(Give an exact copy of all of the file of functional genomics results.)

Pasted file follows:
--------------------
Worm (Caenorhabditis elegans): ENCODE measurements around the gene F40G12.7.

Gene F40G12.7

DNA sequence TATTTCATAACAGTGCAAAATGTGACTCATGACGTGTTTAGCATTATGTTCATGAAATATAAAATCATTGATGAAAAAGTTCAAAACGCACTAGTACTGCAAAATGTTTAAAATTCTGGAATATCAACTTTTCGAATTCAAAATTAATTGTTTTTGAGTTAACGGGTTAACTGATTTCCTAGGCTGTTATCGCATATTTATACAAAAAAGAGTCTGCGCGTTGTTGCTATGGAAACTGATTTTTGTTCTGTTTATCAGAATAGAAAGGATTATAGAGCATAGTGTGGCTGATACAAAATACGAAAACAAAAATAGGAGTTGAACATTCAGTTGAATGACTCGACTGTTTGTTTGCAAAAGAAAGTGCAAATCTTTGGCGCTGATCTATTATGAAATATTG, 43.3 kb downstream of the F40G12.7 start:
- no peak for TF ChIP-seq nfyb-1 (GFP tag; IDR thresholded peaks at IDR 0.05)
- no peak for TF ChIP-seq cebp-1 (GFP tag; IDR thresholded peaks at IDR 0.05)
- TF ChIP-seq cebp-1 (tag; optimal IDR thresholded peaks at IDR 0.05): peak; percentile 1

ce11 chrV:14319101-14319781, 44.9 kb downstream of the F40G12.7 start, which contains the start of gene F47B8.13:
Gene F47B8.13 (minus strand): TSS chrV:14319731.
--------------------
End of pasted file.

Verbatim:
Worm (Caenorhabditis elegans): ENCODE measurements around the gene F40G12.7.

Gene F40G12.7

DNA sequence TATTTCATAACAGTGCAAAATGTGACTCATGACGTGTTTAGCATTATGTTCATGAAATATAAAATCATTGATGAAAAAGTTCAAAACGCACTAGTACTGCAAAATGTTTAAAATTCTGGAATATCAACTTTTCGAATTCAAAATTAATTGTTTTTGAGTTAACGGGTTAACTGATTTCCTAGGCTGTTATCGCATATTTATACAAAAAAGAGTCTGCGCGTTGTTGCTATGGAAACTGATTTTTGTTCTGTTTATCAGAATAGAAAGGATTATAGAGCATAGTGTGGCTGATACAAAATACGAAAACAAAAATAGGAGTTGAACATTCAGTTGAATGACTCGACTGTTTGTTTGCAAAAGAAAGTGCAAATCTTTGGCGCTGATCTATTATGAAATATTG, 43.3 kb downstream of the F40G12.7 start:
- no peak for TF ChIP-seq nfyb-1 (GFP tag; IDR thresholded peaks at IDR 0.05)
- no peak for TF ChIP-seq cebp-1 (GFP tag; IDR thresholded peaks at IDR 0.05)
- TF ChIP-seq cebp-1 (tag; optimal IDR thresholded peaks at IDR 0.05): peak; percentile 1

ce11 chrV:14319101-14319781, 44.9 kb downstream of the F40G12.7 start, which contains the start of gene F47B8.13:
Gene F47B8.13 (minus strand): TSS chrV:14319731.